11 April 2010

Refight of 1741 battle of Mollwitz

For once, I took the opportunity and made a number of nice photos of last Saturday's battle of Mollwitz. A good part of My-Seven-Years-War Austrians & Prussians were gathered for an scenario, designed to introduce my 12 year old nephew to the realm of wargaming.  The game was played with Volley & Bayonet rules. The scenario loosely followed the 1741 Mollwitz situation. About 600 of my miniatures took part. An infantry regimental base has an average 16 figures, the cavalry brigade stand 10 to 12, and a battery consists of 5 to 8 gunners plus the piece.
The Prussians under young Frederic and Feld-Maréchal Schwerin were played by myself while the Austrians were played by nephew Karl. Initially it was to be under the command of count Königsegg, but Karl wanted to command en chef himself. Only minutes before commencement of the battle a courrier from Vienna arrived ordering supreme command to be transferred to "Prinz Karl" – alias duc Charles de Lorraine. To keep it short: I suffered a decisive defeat. Karl, only playing for the second time beat the old maestro. My brave Prussian infantry melted away under a series of most murderous salvoes on the side of the Austrian infantry. That day, my dice were no match to Karl's. 
Above picture shows the Austrian line of battle, formed to either side of the little village of Mollwitz. The right wing cavalry (not on the photo) consisted of 3 brigades: C4 Stampach cuirassiers, de Ville's elite brigade of converged Grenadiers à cheval, and the Saxon prince Charles chevauxlegers. Infantry 1st line from right to left: Prinz Karl's own IR3 duc Charles de Lorraine, Netherlandish IR30 Saxe-Gotha and IR9 Los Rios, IR22 Sprecher, Kurmainz imperial auxilliaries, IR59 Leopold Daun, and IR1 l'Empereur romain. The second line: IR27 Baden-Durlach, IR14 Rhingrave de Salm, IR32 Forgatch and IR31 Haller Hungarians, and finally IR4 Teutschmeister closing on the left. The Austrian left wing cavalry consisted of 4 brigades: C1 Archi duc Leopold cuirassiers, C9 Saxe-Teschen cuirassiers, C6 Odonell cuirassiers, and D4 Savoyen dragons. Total was 7 brigades of cavalry, 12 regiments of infantry and 2 batteries including 1 being heavy. (N.B.: all regimental numbers according to the system used at Kronoskaf – see http://www.kronoskaf.com/syw ) The Prussian army was of near same size or a total of 6 cavalry brigades, 13 infantry regiments, including 2 of Grenadiers, and 2 field batteries.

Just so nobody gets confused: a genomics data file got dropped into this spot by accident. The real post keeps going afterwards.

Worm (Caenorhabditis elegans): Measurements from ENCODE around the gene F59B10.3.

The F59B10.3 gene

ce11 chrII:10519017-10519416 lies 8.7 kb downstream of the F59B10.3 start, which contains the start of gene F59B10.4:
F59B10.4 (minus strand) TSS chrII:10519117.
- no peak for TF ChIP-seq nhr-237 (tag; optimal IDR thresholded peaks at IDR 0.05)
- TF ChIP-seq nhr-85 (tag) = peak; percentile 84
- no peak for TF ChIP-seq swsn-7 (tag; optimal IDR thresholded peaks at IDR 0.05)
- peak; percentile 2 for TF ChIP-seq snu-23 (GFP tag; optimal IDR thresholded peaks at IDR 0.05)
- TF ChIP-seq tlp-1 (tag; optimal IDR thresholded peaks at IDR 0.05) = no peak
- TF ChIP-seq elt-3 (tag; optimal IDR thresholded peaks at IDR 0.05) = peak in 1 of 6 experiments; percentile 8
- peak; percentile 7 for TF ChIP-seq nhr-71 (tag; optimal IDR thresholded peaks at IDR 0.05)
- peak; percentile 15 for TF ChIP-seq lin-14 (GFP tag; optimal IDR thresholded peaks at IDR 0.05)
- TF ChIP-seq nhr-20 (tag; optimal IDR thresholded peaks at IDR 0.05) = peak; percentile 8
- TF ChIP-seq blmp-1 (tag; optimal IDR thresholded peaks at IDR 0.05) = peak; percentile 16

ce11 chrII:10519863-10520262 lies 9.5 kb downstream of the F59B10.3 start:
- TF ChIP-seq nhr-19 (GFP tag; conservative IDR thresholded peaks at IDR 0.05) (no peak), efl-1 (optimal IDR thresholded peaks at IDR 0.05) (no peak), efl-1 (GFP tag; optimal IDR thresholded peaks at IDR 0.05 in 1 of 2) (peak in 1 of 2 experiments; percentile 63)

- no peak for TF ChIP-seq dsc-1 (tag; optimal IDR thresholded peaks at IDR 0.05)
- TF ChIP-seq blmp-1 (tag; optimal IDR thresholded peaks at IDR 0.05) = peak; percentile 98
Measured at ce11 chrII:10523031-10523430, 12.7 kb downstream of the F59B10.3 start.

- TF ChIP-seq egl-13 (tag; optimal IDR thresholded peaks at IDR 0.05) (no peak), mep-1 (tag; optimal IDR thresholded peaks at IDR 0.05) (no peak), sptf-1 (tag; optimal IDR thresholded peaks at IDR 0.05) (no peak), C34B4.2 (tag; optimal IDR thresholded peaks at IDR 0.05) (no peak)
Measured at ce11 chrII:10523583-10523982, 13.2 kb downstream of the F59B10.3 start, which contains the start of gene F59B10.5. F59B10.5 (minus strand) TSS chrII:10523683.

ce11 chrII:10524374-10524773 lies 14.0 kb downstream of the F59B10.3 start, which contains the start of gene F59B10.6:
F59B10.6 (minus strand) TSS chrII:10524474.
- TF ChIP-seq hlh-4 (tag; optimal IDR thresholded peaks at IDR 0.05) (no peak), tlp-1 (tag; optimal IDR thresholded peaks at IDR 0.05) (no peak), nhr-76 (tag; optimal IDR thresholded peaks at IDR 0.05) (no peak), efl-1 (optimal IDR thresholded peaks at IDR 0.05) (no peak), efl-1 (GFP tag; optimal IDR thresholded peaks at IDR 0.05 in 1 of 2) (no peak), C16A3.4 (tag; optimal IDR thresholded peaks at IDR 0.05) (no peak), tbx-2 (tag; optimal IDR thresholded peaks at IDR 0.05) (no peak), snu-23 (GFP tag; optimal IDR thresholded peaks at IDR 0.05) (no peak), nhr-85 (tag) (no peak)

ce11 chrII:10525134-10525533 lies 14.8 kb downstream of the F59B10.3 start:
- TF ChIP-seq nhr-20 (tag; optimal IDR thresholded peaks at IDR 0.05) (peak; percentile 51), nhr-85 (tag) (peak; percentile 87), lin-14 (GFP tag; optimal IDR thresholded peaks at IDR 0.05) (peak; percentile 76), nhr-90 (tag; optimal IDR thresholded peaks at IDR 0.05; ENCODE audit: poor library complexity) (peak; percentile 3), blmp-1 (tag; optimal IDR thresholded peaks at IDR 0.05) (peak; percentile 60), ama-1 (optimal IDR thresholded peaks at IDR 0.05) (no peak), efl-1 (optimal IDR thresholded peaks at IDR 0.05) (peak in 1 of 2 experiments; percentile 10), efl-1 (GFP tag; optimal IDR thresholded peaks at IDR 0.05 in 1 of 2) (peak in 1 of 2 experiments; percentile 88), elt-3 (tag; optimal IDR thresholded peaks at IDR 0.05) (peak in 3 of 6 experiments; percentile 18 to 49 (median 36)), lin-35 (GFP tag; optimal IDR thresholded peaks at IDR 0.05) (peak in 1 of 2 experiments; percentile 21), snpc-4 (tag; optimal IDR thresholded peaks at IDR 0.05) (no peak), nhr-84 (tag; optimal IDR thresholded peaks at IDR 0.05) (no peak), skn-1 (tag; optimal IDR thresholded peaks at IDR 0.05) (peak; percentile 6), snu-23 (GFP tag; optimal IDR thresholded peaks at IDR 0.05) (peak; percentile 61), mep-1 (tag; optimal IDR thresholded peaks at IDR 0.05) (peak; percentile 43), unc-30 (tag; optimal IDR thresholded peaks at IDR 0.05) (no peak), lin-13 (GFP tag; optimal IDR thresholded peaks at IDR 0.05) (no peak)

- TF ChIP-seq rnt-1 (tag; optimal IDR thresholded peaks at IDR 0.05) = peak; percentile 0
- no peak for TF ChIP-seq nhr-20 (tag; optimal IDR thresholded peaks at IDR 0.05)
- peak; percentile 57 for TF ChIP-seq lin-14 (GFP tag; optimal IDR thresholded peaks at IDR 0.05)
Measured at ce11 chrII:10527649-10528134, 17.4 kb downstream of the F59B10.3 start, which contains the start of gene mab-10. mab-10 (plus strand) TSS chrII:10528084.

Close view of the Prussian infantry centre. The regiments IR22 prince Maurice, IR13 Itzenplitz – the crack "Thunder and Blitz", IR7 vieux Bevern, and IR19 marcgrave Charles. Maréchal Schwerin at the head of his army – at this time still very much alive – gives orders to advance. The battle started with a Prussian advance. Meanwhile, Frederic, the king, preferred to remain behind Itzenplitz. His suite consists of 2 Leib-Hussars H2 in winter dress, and an aide-de-camp. 
Now it was Karl to decide how to react to what seemed to be an all out frontal attack. Without hesitation, he gave orders to have his infantry boldly advance to meet the Prussians. Stampach's cuirassiers charged the grenadiers on the Prussian left wing forcing them back in disorder. A good start for the Empress-Queens troops. Next followed an exchange of long range fire from the infantry's bataillon guns, which did little damage to either side.

Now Prussians tried to decide the issue with the bayonet and closed in on the Austrian infantry. My cavalry was deliberately kept at a distance to the Austrian, for all of my horse were rated with rather poor morale that day. I had put my faith into the superior morale Prussian infantry. Above scene shows a detail of the infantry clash. Lower left shows Prussian Möllendorff grenadiers (converged IR 9/10) engaging l'Empereur. To their left, a battery of light 12 pounders (Dieskau M1754). Modell is by Diez foundry, Austria. Behind you see marcgrave Charles. It engages Kurmainz. Shortly after, Schwerin, my Prussian army commander, realy did get killed during fire combat. 
– to be continued –